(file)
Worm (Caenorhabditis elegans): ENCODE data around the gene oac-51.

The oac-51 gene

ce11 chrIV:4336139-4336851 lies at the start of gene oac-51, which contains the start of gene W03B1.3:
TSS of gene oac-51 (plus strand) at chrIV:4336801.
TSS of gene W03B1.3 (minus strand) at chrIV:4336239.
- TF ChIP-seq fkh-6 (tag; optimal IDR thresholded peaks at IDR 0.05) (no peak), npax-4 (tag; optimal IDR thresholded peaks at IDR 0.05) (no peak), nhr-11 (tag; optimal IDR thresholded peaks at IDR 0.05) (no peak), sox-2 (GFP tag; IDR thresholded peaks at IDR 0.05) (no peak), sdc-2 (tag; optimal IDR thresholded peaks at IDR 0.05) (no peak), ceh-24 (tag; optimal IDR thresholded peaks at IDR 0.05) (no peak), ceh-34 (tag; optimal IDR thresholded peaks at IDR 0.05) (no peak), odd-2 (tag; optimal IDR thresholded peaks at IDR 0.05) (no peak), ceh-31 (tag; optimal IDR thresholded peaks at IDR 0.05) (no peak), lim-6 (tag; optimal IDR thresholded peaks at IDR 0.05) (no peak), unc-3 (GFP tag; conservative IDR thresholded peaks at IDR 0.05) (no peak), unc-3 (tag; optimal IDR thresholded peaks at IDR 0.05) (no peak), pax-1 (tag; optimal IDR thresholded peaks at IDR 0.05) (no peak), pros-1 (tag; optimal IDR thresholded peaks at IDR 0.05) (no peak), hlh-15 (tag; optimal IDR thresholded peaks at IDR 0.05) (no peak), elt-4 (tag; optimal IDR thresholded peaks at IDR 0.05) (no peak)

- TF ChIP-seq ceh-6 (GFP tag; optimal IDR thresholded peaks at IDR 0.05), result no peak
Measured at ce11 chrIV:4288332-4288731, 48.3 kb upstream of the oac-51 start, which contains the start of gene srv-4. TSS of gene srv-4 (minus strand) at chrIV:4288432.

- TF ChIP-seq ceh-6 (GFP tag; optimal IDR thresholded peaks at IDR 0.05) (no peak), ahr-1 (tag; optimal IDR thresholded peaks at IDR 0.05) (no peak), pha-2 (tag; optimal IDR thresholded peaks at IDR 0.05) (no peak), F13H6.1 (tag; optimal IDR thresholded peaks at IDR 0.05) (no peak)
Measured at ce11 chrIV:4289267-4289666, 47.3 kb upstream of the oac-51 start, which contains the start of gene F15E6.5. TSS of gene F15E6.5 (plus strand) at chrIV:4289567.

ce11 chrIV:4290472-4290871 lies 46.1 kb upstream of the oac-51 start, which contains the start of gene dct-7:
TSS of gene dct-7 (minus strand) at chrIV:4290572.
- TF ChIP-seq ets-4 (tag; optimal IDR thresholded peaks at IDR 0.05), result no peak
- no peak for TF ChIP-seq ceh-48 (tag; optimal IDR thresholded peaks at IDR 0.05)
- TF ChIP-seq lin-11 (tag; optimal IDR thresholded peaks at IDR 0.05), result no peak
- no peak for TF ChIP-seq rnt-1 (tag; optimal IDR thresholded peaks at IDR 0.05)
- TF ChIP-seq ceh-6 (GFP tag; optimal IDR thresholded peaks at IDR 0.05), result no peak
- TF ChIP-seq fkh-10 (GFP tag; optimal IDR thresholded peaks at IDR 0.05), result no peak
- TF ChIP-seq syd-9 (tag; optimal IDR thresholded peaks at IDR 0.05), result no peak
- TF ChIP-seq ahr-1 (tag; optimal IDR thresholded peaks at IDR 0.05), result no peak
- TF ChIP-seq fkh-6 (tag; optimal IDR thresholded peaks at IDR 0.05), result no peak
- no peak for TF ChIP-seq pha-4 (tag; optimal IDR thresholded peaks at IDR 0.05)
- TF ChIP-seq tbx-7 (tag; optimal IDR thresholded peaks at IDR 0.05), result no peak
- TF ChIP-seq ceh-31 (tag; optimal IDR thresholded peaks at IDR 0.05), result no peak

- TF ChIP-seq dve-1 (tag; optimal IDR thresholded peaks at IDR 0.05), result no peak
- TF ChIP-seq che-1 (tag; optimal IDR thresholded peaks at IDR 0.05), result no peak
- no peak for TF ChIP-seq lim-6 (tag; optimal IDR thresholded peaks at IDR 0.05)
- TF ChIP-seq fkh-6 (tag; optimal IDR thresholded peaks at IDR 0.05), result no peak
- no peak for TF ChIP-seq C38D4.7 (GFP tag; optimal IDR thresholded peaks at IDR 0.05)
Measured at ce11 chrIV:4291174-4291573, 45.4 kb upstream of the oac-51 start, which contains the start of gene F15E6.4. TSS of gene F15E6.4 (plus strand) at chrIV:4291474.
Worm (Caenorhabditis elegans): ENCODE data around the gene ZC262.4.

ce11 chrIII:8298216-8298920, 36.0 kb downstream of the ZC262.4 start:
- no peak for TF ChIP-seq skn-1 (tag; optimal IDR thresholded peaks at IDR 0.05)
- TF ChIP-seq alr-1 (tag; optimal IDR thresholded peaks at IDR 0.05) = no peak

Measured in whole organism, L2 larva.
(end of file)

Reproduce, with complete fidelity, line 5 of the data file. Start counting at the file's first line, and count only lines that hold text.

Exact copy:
TSS of gene W03B1.3 (minus strand) at chrIV:4336239.